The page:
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Bird Watching

A couple enjoying a futuristic hobby

© iStockphoto.com/morganl

While you may have hoped for some futuristic gossip in this article, you'll be very familiar with one activity: bird watching. In 1997, Newsweek published a list of outdoor activities and their expected rate of growth by 2050, and bird watching far outpaced the rest. In fact, back then, bird watching was estimated to grow faster than the projected population of the United States, with a growth rate of about 58 percent [source: Newsweek]. By 2050, there may be as many as 127.8 million birders [source: Jaleshgari].

When bird enthusiasts spot a new find in the future, it will be a pretty big deal. That's because by 2050, the existence of about 400 to 900 species of land birds will be threatened thanks to climate change and habitat destruction [source: Schultz]. So if you relish in the excitement of a rare find, then you have lots of exciting opportunities to await you.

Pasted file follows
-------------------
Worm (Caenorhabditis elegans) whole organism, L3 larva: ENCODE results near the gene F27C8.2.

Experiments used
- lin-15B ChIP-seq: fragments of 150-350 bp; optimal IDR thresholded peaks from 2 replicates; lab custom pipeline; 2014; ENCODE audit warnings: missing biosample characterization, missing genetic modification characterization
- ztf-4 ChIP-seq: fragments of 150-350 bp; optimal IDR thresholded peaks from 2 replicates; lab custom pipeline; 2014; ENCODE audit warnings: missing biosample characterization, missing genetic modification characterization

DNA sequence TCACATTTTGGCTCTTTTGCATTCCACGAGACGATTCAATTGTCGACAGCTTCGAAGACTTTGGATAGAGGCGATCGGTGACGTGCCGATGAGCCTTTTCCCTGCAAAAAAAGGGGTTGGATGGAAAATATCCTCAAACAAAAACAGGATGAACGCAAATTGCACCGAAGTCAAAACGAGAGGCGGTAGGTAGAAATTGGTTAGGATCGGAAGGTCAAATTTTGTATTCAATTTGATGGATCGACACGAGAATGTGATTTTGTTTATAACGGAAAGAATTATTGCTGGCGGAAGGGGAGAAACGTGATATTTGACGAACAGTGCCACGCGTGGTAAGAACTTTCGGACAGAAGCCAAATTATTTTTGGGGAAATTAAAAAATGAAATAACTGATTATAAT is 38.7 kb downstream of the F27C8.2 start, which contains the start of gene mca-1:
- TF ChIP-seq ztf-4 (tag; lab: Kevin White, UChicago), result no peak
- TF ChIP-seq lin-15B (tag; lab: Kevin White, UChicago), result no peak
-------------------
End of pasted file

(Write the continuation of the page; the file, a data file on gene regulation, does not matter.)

If you consider bird watching to be too much of a fuddy-duddy hobby, consider the fact that the population will be fairly elderly in 2050; in fact, seniors will make up a quarter of all Americans [source: Johnson]. There's a large number of baby boomers, and they're aging during a time in which we're discovering life-elongating technologies every day. With more years to fill, it may be time now to invest in a good pair of binoculars.

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